Irritable Bowel Syndrome.
have been shown to produce significant improvement in asthma (Vazquez
& Buceta, 1993), Facial muscle EMG BFK appears to successful in
decreasing parasympathetically mediated bronchoconstriction.
(Kotses, Harver, Segreto, Glans, Creer, & Young, 1991). After
reviewing the emotional precipitants of asthma, Kotses (1998) recommends
the use of procedures that promote relaxation and reduce stress.
A recent study tested
the hypotheses that persons with diabetes mellitus treated with twelve
sessions of biofeedback-assisted relaxation would decrease blood glucose
compared with untreated controls. Treatment consisted of EMH biofeedback,
thermal biofeedback, relaxation therapy, and diabetes education. The
results confirmed the stated hypotheses, as well as an earlier study,
which concludes that biofeedback-assisted relaxation can be an adjunct to
conventional therapy for insulin-dependent diabetes. (McGrady, Graham,
& Bailey, 1996).
have been used to treat side effects of cancer therapy. Relaxation
training has been successful in decreasing the duration and severity of
post treatment nausea (Morrow, 1986); and secondary insomnia (Cannici,
Malcolm, & Peek, 1983). Recent studies have also shown relaxation to
be effective in increasing immune effects during chemotherapy treatment
for ovarian cancer . It is suggested that relaxation can positively affect
immune parameters in cancer patients. (Lekander, Fuerst, Rostein, Hursti,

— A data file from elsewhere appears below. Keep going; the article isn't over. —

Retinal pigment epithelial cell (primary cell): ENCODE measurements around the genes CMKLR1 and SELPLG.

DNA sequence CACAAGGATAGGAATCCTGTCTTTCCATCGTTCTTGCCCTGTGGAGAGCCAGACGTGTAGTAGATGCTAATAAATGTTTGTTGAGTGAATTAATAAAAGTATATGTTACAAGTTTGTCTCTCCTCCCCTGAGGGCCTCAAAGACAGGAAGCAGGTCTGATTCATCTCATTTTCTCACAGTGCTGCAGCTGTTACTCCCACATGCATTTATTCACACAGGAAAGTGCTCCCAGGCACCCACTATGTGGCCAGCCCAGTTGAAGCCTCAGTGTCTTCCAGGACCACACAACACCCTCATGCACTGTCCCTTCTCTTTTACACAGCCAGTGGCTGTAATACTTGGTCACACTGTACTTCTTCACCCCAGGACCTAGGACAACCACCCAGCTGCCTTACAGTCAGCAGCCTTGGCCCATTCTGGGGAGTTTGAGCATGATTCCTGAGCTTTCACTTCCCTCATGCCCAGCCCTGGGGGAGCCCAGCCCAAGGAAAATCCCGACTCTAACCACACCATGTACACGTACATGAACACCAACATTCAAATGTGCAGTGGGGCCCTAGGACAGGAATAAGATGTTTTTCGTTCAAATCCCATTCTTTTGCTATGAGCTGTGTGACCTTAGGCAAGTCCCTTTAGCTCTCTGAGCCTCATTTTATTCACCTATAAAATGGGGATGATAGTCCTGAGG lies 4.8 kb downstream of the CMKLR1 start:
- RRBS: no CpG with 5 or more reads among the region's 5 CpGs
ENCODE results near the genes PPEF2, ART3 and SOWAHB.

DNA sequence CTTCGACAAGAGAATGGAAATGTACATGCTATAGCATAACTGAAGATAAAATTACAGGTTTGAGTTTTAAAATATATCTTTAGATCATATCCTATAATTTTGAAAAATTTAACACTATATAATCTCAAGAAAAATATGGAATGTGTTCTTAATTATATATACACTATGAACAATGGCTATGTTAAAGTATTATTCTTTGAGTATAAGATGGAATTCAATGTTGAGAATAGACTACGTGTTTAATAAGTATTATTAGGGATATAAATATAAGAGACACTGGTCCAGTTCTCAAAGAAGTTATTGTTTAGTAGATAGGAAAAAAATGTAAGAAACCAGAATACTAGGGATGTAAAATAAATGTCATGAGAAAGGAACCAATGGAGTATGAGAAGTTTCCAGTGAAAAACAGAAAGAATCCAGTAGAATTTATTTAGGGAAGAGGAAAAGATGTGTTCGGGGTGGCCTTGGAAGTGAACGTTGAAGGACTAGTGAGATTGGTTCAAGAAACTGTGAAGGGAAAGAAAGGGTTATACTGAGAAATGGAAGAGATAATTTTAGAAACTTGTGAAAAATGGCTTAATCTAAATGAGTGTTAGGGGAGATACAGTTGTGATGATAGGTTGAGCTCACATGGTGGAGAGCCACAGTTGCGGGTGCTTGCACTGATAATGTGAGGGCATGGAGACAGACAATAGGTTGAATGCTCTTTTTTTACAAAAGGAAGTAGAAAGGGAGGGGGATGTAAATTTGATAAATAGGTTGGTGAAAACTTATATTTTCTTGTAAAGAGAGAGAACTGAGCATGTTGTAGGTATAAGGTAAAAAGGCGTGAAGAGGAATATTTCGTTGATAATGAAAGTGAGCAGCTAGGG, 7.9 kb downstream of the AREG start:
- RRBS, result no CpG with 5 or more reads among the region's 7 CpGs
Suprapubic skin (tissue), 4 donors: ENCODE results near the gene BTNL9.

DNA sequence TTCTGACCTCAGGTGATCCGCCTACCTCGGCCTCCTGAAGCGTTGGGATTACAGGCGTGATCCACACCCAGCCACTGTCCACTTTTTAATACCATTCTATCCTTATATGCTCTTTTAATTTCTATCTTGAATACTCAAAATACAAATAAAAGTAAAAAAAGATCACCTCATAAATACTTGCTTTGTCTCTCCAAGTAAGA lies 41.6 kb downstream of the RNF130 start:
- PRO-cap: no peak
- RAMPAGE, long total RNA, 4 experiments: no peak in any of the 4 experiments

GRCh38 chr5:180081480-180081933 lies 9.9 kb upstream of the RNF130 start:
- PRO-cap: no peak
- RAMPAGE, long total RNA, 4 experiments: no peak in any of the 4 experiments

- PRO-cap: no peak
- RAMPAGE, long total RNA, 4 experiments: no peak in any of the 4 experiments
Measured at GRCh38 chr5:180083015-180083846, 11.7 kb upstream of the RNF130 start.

& Fredrickson, 1997). Relaxation combined with imagery and
cognitive-behavioral training have been used to reduce pain during cancer
treatment with substantiated success. (Syrjala, Donaldson, Davis, &
PMR, EMG BFK,
TBFK, cognitive restructuring, time scheduling, and non-directive therapy
has been shown to be effective in the treatment of dysmenorrhea (Balick,
Elfrier, May, & Moore, 1982; Sigmon & Nelson, 1988).
relaxation given as a treatment for frequent occurrences of genital herpes
outbreaks has been shown to produce reduction in outbreak frequency
(Koehn,, Burnette, & Stark 1993).
relaxation has shown to be quite effective in treating symptoms associated
with HIV. Conditions such as anxiety, mood, self-esteem, and t-cell count
were measured after a stress management program consisting of 20 bi-weekly
sessions of progressive muscle relaxation was implemented. Analysis showed
significant improvements on all measures, and suggests that using stress
management to reduce arousal of the nervous system would be an appropriate
component of treatment for HIV infection (Taylor 1995). Studies have also
compared the effectiveness of guided imagery and PMR on HIV symptoms.
Results have shown that imagery reduced depression and fatigue, while PMR
increased CD4+T lymphocyte count and also reduced depression (Eller
relaxation has been shown to be highly effective in the reduction of
seizures (Whitman, Dell, Legion, & Eibhllyn, 1990). Frequency of
seizures was monitored over an eight-week interval, and three subsequent
follow-up periods after the therapy was implemented. During the third
eight week follow-up interval, seizures were shown to reduce by over
focusing on PMR for 34 patients with Alzheimer’s have successfully shown